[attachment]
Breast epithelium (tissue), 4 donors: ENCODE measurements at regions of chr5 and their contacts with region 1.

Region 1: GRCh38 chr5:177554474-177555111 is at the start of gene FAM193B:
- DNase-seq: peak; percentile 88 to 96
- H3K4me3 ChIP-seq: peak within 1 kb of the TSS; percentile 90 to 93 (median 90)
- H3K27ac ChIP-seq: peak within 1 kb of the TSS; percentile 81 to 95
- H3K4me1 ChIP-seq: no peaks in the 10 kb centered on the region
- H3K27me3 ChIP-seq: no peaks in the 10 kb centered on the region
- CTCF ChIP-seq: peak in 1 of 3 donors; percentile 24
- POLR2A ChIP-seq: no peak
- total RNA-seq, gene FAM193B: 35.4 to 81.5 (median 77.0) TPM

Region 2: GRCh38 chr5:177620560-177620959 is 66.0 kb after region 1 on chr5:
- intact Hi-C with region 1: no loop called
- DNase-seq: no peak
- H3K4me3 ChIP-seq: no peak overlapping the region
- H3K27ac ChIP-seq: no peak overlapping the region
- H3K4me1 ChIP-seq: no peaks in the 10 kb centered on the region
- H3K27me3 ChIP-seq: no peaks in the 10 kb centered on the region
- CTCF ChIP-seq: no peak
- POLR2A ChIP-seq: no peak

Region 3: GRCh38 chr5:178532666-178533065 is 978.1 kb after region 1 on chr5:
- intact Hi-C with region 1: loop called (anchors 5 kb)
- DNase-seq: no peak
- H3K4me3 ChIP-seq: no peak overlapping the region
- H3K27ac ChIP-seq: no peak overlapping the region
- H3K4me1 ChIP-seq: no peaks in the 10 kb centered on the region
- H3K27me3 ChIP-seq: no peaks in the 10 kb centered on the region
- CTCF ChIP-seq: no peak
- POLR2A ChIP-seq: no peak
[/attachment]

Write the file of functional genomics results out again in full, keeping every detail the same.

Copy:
Breast epithelium (tissue), 4 donors: ENCODE measurements at regions of chr5 and their contacts with region 1.

Region 1: GRCh38 chr5:177554474-177555111 is at the start of gene FAM193B:
- DNase-seq: peak; percentile 88 to 96
- H3K4me3 ChIP-seq: peak within 1 kb of the TSS; percentile 90 to 93 (median 90)
- H3K27ac ChIP-seq: peak within 1 kb of the TSS; percentile 81 to 95
- H3K4me1 ChIP-seq: no peaks in the 10 kb centered on the region
- H3K27me3 ChIP-seq: no peaks in the 10 kb centered on the region
- CTCF ChIP-seq: peak in 1 of 3 donors; percentile 24
- POLR2A ChIP-seq: no peak
- total RNA-seq, gene FAM193B: 35.4 to 81.5 (median 77.0) TPM

Region 2: GRCh38 chr5:177620560-177620959 is 66.0 kb after region 1 on chr5:
- intact Hi-C with region 1: no loop called
- DNase-seq: no peak
- H3K4me3 ChIP-seq: no peak overlapping the region
- H3K27ac ChIP-seq: no peak overlapping the region
- H3K4me1 ChIP-seq: no peaks in the 10 kb centered on the region
- H3K27me3 ChIP-seq: no peaks in the 10 kb centered on the region
- CTCF ChIP-seq: no peak
- POLR2A ChIP-seq: no peak

Region 3: GRCh38 chr5:178532666-178533065 is 978.1 kb after region 1 on chr5:
- intact Hi-C with region 1: loop called (anchors 5 kb)
- DNase-seq: no peak
- H3K4me3 ChIP-seq: no peak overlapping the region
- H3K27ac ChIP-seq: no peak overlapping the region
- H3K4me1 ChIP-seq: no peaks in the 10 kb centered on the region
- H3K27me3 ChIP-seq: no peaks in the 10 kb centered on the region
- CTCF ChIP-seq: no peak
- POLR2A ChIP-seq: no peak